by Justin Standfield
Where do you have your best ideas? Where are you and what are you doing when those moments of clarity come, and you manage to answer those questions that have been niggling you for weeks? I’m going to make some bold predictions here. I’m willing to bet that they will be when you are:
- Making dinner, probably whilst chopping vegetables and listening to your children moan about how Harry (it’s always a Harry, isn’t it?) snatched the ball today and “the teacher didn’t tell him off or ANYTHING!”.
- Driving home, sitting in traffic and listening to the radio whilst competing in the M25/M6/A34 karaoke championship (by yourself, being careful not to let the guy in the Presto-Drain-Clearance van catch your eye).
- Walking the dog and being careful to step around the ankle turning potholes and hidden delights in the long grass.
- Clipping your hedges, wondering how long your arms can hold the weight of the over-priced leaf masher you’re holding.
- In the shower, wondering if your next door neighbours can see into your bathroom as easily as you can see into theirs….and what’s in that glass on their windowsill? Are those teeth?
- Queuing up at Slimming World behind Susan (could she take any longer getting her shoes off?) and wondering if that sizeable buffet incident last Friday is going to show up on the scales this week.
The one place I would be genuinely surprised to hear you say would be “at work” or “at my desk” or “in a meeting”. Being at work, being constantly busy and relentlessly ‘doing’ can actually prevent us from ‘being’. It’s the moments of ‘being’ that fuel our clearest and most creative thinking times, in which our best ideas come, our energy levels replenish and we feel a better sense of balance.
As a manager, I know you’ll want to ensure that you are personally demonstrating the behaviours and attitudes you would like to see from your team. Maybe for you this already includes taking time out for thinking – if it doesn’t, perhaps it’s time to start? What about taking time out for breathing? For being ‘pre-productive’? In order to be effective and clear, our minds need regular de-cluttering and this happens when we aren’t consciously trying to think or problem solve. From personal experience I know that the more work I have to do, the more urgent and important meetings I need to attend, the more things I must remember to do and the higher my stress levels, the slower I am to solve problems effectively and to find innovative solutions. This usually leads to me solving the problem temporarily with a quick fix and then having to go back and solve it fully at a later date, effectively re-working everything.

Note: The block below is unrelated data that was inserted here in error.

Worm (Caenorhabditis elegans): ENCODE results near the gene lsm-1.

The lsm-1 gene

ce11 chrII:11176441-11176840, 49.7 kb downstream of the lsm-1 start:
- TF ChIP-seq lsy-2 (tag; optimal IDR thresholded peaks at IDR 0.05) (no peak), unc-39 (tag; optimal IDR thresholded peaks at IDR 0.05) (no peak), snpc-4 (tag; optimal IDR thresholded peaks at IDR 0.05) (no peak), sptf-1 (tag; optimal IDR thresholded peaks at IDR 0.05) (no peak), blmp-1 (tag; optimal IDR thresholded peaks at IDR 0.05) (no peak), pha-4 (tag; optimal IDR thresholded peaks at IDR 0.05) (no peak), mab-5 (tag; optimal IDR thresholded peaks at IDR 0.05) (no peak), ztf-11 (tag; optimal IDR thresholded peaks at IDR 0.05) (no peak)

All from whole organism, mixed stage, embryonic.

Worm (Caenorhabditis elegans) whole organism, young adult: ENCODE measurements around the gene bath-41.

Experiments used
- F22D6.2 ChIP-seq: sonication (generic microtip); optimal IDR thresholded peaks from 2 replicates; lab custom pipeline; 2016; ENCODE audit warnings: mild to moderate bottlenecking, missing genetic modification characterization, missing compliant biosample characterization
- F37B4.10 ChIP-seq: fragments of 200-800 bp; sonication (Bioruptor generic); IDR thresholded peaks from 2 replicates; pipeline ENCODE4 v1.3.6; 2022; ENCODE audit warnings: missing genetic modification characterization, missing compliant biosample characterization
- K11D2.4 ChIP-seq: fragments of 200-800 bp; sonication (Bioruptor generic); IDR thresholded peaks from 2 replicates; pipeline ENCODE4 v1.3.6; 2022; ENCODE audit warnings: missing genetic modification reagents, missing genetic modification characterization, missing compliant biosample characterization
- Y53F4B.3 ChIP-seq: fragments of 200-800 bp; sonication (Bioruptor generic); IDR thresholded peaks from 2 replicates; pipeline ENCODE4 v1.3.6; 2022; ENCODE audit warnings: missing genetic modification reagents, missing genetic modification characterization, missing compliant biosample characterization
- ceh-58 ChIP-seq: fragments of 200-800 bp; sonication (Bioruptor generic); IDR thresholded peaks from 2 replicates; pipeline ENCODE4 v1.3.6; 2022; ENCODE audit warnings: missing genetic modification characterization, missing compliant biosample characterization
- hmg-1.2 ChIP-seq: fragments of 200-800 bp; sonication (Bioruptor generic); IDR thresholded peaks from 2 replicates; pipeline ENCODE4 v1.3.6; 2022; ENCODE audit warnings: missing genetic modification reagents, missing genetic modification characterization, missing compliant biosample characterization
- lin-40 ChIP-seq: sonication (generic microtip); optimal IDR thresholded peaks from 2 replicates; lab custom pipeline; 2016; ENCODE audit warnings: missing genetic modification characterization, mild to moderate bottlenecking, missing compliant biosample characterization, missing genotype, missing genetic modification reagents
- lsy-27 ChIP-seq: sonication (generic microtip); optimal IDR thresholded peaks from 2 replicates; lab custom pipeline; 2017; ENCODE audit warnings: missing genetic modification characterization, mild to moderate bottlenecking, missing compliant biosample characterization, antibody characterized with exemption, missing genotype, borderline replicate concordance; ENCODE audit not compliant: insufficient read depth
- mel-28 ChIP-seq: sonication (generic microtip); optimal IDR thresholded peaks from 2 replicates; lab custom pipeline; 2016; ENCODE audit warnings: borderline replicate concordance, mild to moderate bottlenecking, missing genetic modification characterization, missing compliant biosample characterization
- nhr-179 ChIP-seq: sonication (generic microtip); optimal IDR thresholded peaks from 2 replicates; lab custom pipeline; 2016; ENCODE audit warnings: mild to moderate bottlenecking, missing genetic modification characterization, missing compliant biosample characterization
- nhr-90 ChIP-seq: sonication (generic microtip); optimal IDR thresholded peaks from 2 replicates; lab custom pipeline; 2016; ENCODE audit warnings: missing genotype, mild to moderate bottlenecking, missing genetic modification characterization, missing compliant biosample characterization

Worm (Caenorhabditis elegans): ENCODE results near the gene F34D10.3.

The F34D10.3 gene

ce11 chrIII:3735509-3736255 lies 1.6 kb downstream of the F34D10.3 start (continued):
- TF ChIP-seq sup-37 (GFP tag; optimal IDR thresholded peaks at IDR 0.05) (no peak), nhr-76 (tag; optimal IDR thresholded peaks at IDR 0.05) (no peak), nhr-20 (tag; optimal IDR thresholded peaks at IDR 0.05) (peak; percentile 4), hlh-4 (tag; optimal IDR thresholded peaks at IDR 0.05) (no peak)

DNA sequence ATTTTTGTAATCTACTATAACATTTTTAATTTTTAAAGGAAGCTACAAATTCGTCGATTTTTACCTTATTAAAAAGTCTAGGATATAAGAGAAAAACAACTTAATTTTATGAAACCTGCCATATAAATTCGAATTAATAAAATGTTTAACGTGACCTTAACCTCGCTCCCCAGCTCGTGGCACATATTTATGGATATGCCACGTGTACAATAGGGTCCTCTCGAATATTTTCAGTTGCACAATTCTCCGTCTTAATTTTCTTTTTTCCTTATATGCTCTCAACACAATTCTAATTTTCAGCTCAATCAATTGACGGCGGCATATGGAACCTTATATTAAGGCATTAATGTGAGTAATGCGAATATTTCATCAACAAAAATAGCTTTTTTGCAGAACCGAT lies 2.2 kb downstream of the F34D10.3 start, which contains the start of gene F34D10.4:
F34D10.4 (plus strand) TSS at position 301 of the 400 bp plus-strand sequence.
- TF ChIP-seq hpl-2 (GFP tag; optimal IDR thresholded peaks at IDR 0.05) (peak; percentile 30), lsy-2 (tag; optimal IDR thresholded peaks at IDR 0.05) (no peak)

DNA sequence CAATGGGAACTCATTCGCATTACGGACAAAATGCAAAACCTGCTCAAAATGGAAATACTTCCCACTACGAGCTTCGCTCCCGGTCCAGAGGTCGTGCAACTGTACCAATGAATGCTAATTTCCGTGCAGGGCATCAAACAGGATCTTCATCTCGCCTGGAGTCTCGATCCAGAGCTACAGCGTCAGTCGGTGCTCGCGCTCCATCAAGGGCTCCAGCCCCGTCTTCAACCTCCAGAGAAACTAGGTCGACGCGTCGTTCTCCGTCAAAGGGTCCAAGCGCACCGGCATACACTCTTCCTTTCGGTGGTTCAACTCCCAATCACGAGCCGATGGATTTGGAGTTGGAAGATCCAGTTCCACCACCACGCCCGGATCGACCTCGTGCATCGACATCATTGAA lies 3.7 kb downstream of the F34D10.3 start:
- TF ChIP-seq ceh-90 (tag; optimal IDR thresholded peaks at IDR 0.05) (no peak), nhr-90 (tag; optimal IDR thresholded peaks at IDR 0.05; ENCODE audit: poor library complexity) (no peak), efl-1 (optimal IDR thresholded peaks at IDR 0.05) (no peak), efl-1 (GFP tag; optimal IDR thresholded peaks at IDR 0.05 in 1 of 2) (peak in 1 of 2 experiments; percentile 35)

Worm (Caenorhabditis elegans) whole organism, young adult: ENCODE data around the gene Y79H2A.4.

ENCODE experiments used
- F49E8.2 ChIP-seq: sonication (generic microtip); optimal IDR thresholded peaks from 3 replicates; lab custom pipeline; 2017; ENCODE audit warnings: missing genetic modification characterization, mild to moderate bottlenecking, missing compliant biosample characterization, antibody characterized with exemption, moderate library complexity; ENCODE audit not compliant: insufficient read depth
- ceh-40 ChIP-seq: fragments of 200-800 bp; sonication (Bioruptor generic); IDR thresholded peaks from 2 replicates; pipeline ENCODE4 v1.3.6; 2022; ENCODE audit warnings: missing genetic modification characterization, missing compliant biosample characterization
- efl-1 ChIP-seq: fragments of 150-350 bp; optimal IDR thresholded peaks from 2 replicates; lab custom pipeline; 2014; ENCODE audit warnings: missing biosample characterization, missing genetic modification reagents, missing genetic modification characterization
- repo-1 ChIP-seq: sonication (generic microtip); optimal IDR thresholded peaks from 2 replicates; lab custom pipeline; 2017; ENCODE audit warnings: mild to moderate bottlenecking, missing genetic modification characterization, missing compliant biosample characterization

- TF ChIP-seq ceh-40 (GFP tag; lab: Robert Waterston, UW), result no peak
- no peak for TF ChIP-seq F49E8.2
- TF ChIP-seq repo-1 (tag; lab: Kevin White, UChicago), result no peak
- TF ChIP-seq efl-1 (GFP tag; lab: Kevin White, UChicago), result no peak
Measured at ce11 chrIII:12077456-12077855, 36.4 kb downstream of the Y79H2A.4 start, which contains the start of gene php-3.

My new approach around being pre-productive is to take time out to slow down and think, to enable me to clear some space in my very over-crowded and sometimes quite weary brain, before tackling anything important or urgent. A walk outside in the fresh air on my own is the quick, daily fix and just allows me enough space to recoup energy and clarity. Slowing down before thinking and ‘doing’ will usually result in me finding the optimum answer first time, which also saves me time. Pottering around at home, preferably in the garden or greenhouse, is my longer investment in achieving the space to think and I try to do this for at least a few hours each weekend, whilst involving my six year old and paying attention to how he views the world in a much simpler and appreciative way. When you see how a six year old sees the many different uses for a watering can, a piece of chalk or the patterns in the clouds, it seems to help refresh those creative pathways in your own brain which are the motorways for ideas that are usually choked with traffic whilst we’re attempting to be busy and effective at work.
These moments spent not-thinking, not-solving and not-doing are starting to become as normal and important a part of my routine as being busy and showing people what a hard worker I am! I believe that if we show our colleagues and staff that it’s OK to slow down – in fact, more than that, it’s incredibly important and valuable to do so – it might even catch on and be the new management trend.
- What can you do to embrace the need for space and rest periods this week?
- How will you show to your team that it genuinely helps us to get better and faster results?